7. Sam Rockwell in Seven Psychopaths

There’s nothing I need to say about this one. If you’ve seen the film, you already know. This movie doesn’t work without Rockwell. He is, 100%, why this movie works. The performance is absolutely spectacular, and is basically what we’ve come to expect out of Rockwell. He’s a man who delivers a great performance, every time. But man — there’s nothing I can say about this performance that can compare to actually seeing it in action. In a just world, he’d have gotten nominated for this.

8. Tom Hardy in The Dark Knight Rises

Because that’s not Tom Hardy. It’s not as special as Heath’s Joker, and that’s because Bane isn’t the architect of destruction and doesn’t really get much complexity as a character. He’s just an agent of destruction who does his thing and does it well. But even so — the transformation is just as incredible. You’re not watching an actor up there. You’re watching the character. It’s a spectacular performance that is just perfect within the film. It’s kind of a shame how he had to go out, because he was killing it for that entire movie.

9. John Goodman in Flight

And shout out to him in Argo as well. Goodman’s just one of those guys who can’t not give a good performance. And for the most part, these two roles aren’t that spectacular. The role in Argo is just a regular role made more special by the fact that he’s John Goodman. And the one in Flight — almost the same thing, but it does have some flavor to it. He gets that added element of charisma to it that makes it work. Plus there’s that scene near the end where they need to get Denzel ready for the hearing, and he’s like, “I got this.” That’s so fucking entertaining. Only Goodman could have pulled that off in exactly that way that he does. I love seeing him on screen. It’s a damn shame he was never nominated for an Oscar (that Barton Fink snub is still ridiculous to me to this day).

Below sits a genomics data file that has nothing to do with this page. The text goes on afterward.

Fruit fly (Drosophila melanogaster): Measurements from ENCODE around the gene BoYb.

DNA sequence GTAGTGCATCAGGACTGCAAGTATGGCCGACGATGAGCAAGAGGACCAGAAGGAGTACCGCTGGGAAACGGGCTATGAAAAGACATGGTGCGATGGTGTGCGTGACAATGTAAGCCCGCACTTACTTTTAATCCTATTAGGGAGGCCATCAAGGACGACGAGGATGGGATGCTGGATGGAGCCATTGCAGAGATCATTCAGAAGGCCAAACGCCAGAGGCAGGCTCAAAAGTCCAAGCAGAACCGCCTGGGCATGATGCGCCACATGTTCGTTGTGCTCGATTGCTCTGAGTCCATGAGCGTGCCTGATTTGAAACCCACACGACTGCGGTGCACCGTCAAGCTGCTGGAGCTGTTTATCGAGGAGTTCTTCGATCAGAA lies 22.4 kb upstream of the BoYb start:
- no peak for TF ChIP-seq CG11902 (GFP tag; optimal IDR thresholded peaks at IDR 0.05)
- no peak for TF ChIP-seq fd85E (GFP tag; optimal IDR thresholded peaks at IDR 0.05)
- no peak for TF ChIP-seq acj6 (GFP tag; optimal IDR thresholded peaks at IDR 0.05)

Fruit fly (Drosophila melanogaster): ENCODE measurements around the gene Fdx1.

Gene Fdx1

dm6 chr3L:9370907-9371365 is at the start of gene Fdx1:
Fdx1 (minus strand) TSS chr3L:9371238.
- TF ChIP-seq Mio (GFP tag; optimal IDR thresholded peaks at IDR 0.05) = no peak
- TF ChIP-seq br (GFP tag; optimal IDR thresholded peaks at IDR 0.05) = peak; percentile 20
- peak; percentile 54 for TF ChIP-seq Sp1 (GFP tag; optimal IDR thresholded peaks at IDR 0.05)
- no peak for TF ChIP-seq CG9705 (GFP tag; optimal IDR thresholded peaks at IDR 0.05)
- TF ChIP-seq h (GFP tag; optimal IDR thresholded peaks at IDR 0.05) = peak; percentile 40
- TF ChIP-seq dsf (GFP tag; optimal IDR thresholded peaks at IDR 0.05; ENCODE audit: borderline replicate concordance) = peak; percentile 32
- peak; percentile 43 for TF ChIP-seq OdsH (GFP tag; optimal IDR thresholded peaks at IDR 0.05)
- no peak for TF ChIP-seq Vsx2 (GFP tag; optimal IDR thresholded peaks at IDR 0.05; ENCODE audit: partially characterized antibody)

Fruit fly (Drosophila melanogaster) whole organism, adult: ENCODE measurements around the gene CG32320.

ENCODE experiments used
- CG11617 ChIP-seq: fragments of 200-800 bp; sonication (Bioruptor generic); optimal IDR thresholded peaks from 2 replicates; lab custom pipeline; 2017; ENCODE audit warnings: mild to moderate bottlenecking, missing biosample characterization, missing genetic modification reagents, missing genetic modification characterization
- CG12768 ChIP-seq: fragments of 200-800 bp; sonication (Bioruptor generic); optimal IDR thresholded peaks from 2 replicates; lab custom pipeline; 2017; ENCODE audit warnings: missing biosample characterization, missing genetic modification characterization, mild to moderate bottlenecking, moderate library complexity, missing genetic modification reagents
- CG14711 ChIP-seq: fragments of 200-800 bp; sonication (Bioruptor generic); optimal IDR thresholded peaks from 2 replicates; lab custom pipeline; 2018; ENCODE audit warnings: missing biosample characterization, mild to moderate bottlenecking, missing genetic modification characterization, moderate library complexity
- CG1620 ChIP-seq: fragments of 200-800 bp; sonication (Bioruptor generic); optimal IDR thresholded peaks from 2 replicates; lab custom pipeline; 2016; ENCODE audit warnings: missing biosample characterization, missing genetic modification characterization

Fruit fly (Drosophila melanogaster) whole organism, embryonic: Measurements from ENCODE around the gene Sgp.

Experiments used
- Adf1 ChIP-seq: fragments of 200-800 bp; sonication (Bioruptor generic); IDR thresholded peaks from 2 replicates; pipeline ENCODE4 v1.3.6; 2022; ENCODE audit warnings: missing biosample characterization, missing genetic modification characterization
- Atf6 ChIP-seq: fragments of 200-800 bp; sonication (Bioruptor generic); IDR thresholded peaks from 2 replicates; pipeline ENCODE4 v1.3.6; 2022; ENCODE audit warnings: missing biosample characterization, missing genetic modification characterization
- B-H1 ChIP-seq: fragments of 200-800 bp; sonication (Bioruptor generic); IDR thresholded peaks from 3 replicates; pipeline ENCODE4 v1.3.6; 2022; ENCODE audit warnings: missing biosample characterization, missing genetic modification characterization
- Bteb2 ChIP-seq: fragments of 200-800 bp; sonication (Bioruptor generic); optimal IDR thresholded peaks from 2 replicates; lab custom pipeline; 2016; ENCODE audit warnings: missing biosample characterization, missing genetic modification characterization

10. Andy Serkis in The Hobbit: An Unexpected Journey

This was Andy Serkis’s best performance as Gollum. The CG improvement over the past decade helped, but man — he was so fucking good here. He really only had the one scene, but the range of emotions he shows — and the fact that the writing was tailoring it specifically to show off his skills — I couldn’t not put this here. I’ve been very critical of people’s decries of motion capture performances not getting nominated for Oscars, but this is one of the cases where I could actually go, “Yeah, I get it.” This performance I actually saw. Serkis was terrific here.